Put an individual in segregation and the easiest form of control for them is often just not to cooperate. Once disillusionment and the (well documented) effects of solitary confinement have kicked in, the downward spiral is dangerous, steep and difficult to stop.

I had recently been planning to blog post about the phenomenon of Supermax facilities in the US, but the media coverage this week of events closer to home in terms of solitary confinement and segregation meant that wanted to explore the UK situation first.

It is easy for me to wonder and ponder as I’m not currently working in the forensic environment, and health and safety considerations would not allow it. But I would be fascinated to know what would happen if this individual, or others in a similar situation, were just given the opportunity to take some control back. With no real conditions attached in relation to past behavioural sanctions. Wipe the slate clean in terms of behavioural history. Transfer to another institution and start again. Long-term segregation clearly is not working apart from the bare minimum of keeping the individual and staff physically safe. Meanwhile, people’s mental states are being severely affected.

RD Laing had much to say on trusting patients with schizophrenia to work out their own issues. I’d like to go in to that in more detail, but that is for another post. I wonder if perhaps the time has come for individuals with challenging behaviour to have the opportunity to do the same.


More on the story that sparked this post can be found at:

Thoughts on International Left Handers Day and Mental Health

Every day is a day to celebrate something, or to be made aware of something. Today it is the turn of Left Handers everywhere to be celebrated (according to Left Handers International, who has been celebrating this day since 1976).

Go us Southpaws (for I am one)!

Should we be celebrating, though? Or should we be using the day more to highlight the increased risk of mental health problems for those of the Left (hand).

Imagine a world where parents are told this by teachers or paediatricians:

“Your child is left handed, here’s a leaflet on schizophrenia, because they are more likely to get it. Sorry and all that but on the plus side they are more likely to be creative”.

OK so that is far fetched and not appropriate but…

Risk factors for mental illnesses such as schizophrenia (being a sibling in a large family and in a low socio-economic group) were instilled in me throughout my uni days and beyond in to my practice. Whilst the correlation between being left handed and mentally ill was talked about, it was fleeting and in passing. Not ever seriously.

As an OT it caused all sorts of practical considerations – finding enough pairs of left handed scissors for art and craft interventions, watching patients with tremor or altered spatial awareness as a side effect of meds or disease process nearly burn themselves on right-handed cookers (yes, try looking at most hobs and they are right handed).

The last unit I worked on had twelve patients. Only three were right handed. Bearing in mind less than 10% of the world’s population are lefties, even that small unit may be telling us something. I can’t remember the figures now but the ward I worked on before that was larger but had a similar percentage of lefties.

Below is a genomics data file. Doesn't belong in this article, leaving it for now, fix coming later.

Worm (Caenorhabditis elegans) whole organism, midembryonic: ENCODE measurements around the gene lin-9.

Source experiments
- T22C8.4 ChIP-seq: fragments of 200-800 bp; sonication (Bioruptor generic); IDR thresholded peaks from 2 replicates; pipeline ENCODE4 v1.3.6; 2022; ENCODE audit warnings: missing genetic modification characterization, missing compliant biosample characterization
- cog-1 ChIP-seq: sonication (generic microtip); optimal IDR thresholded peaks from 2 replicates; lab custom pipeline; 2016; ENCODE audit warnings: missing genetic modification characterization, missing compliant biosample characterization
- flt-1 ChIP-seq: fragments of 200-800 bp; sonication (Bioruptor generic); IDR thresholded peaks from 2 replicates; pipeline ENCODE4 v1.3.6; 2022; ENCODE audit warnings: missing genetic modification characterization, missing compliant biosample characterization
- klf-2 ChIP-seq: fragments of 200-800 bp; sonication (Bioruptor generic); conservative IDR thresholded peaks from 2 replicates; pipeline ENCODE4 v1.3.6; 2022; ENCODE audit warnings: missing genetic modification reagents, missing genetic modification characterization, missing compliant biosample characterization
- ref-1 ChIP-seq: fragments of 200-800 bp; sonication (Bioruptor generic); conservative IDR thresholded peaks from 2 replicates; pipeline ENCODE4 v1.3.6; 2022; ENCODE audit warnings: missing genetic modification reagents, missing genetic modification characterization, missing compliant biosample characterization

As usual on this blog I’m not suggesting answers, just highlighting issues and raising questions. So for this post I am asking whether perhaps we should be paying more attention to patients’ handedness? Perhaps especially in early intervention settings. Should left handers be considered at higher risk of relapse? Should their treatment differ in any way to take account of any differences in the way a leftie’s brain functions?

Or perhaps we should ignore the correlation altogether because everyone is an individual, right?

Sticking plasters and Suicide

Warning: may trigger

Today the Welsh part of the BBC News website reported on The Samaritans’ and Network Rail’s campaign to reduce suicide on the railways by 20% in 5 years. The campaign was launched in 2010.

The article goes on the report that:

“Suicide rates in Wales have risen 30% in two years to the highest level since 2004 and are higher than in England.”

There are so may facets to this…

The national Samaritans/Network Rail initiative (displaying information at stations re: helplines etc) is a positive step. There can be no doubt about that. Anything that can help must be surely welcomed. However, it is a reactionary approach and a last resort for those in crisis. Violent, or active, suicide attempts (e.g. jumping, hanging) are more “successful” than passive (e.g. overdose) methods of ending life and so the idea of relying on posters at train stations etc. when someone is in the process of trying to kill themselves is a dangerous game to play. We can’t afford to hope that someone when in such distress will be able to comprehend a poster or be rational enough to be able  to do something about it.

Surely what we need to be doing when looking at these increased rates of suicide is think about getting to people before they feel the need to end their lives in this way. Better crisis prevention and crisis intervention. More people are in crisis? Then the simple answer is that we need to expand our service catchment and that means, I’m sorry the Government, the NHS et al, that more money needs to be spent to achieve this. There is no other way. There is no cheaper way to help prevent these needless deaths.

Another aspect to this article that I want to raise is the issue of suicides rising faster in Wales than England. This is not something we can just dismiss. It needs to be shouted about. We really need to be delving in to why this is, and what we are able to do address this. For perhaps if we can find the reason why there is this discrepancy we can target our resources to those most in need. Although something inside me hates the idea of having to target resources; in an ideal world everyone in need should receive assistance.